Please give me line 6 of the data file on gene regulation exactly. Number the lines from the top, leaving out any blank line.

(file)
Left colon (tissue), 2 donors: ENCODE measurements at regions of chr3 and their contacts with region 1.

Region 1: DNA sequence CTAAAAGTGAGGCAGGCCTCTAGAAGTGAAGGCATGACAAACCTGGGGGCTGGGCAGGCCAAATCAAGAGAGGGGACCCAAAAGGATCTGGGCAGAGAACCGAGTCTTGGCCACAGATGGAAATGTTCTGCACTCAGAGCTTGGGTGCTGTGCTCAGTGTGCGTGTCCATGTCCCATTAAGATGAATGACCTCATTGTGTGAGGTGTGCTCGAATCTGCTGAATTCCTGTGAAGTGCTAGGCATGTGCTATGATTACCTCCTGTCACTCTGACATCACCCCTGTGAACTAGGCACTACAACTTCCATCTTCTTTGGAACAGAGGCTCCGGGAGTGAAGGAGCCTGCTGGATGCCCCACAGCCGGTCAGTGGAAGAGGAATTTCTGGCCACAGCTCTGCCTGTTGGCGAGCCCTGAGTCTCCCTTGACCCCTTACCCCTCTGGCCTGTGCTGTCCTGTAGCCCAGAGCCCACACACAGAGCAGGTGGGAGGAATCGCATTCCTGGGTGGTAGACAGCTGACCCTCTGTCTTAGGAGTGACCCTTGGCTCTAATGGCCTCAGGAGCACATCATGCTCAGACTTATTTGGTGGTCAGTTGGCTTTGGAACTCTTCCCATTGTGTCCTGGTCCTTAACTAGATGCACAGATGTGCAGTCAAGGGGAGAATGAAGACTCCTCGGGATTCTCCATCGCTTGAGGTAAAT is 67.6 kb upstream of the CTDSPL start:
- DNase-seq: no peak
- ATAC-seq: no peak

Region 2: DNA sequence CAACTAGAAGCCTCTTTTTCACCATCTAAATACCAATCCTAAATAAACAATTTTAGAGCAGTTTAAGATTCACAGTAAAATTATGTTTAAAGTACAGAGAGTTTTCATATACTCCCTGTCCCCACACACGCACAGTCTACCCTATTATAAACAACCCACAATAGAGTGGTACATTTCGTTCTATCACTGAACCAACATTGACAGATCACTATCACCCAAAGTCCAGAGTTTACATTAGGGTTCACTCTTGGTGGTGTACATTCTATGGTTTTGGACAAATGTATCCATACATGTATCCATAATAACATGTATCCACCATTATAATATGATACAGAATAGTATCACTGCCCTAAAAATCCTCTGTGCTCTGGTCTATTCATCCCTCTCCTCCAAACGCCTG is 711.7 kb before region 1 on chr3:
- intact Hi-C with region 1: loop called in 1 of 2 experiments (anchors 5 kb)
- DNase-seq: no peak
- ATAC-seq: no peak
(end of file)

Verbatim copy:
- intact Hi-C with region 1: loop called in 1 of 2 experiments (anchors 5 kb)